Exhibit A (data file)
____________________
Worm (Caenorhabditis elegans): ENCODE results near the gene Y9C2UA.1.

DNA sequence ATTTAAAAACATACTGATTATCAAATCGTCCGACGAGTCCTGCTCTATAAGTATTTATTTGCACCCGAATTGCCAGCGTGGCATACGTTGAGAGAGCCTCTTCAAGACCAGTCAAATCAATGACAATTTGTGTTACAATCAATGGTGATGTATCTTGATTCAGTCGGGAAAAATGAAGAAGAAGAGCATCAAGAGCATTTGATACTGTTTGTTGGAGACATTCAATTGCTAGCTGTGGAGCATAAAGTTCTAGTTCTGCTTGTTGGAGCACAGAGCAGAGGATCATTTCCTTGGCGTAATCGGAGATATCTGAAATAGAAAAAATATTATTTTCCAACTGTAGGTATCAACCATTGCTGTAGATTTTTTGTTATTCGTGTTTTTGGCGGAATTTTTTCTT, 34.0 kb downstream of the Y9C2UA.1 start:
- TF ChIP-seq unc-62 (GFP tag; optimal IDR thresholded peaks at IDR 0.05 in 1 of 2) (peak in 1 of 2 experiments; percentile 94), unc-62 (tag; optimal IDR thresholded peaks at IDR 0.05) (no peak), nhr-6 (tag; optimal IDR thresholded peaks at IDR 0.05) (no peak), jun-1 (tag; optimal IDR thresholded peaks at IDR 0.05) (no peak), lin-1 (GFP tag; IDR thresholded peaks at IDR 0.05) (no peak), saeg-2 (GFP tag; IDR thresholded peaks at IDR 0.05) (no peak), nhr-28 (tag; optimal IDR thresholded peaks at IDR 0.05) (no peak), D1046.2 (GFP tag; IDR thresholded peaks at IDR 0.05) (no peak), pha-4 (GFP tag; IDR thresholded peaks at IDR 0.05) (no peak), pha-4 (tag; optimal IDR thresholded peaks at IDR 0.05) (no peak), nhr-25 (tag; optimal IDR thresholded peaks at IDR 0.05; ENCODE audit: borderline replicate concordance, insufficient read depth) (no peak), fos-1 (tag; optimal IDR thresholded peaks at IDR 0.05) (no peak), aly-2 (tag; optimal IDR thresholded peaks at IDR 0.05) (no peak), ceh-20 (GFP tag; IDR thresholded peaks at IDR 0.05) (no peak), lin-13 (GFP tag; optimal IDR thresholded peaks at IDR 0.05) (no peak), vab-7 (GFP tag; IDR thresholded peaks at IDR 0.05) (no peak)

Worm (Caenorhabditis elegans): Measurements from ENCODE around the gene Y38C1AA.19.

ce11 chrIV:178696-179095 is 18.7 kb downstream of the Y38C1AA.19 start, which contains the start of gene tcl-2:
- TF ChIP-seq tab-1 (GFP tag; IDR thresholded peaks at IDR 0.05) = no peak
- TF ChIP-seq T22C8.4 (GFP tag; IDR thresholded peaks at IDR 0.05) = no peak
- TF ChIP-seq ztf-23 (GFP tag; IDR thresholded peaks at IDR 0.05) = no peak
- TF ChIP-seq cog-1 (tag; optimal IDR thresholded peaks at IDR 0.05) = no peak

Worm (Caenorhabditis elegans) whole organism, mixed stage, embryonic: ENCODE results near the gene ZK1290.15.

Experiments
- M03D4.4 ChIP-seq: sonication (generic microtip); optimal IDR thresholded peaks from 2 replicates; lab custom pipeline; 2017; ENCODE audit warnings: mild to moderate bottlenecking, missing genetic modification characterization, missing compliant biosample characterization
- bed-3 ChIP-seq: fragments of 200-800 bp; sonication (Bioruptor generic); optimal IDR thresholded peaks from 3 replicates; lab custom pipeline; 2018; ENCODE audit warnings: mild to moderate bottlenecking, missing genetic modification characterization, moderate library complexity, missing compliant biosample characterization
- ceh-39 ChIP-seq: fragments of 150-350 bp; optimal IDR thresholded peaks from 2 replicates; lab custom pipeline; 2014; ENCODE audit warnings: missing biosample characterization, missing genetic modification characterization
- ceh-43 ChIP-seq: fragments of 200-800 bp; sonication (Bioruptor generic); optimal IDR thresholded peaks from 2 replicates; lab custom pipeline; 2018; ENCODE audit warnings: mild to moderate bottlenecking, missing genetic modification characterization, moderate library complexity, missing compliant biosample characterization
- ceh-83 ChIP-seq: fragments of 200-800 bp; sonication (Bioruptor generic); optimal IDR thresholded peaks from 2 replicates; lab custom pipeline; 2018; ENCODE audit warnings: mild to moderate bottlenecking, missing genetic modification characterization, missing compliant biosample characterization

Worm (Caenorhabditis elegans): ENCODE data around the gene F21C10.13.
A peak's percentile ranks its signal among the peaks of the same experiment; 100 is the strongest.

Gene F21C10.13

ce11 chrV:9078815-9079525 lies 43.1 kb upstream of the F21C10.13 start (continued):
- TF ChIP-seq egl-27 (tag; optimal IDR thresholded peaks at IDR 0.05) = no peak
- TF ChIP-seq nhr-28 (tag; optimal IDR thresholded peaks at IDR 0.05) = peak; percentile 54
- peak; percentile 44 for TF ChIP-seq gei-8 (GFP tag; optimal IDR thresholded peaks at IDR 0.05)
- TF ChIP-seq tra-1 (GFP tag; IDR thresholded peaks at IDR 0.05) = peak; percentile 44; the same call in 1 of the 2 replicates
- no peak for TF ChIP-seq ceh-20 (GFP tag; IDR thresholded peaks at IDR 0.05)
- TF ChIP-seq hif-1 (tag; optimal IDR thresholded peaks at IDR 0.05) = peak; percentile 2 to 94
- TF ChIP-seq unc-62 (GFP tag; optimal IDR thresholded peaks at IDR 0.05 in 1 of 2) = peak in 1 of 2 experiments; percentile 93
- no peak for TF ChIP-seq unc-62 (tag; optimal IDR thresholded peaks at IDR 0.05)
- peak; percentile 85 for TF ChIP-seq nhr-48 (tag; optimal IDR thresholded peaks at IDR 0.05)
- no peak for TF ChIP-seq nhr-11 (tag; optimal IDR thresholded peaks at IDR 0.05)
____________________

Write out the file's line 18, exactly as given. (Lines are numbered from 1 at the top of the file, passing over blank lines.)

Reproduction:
A peak's percentile ranks its signal among the peaks of the same experiment; 100 is the strongest.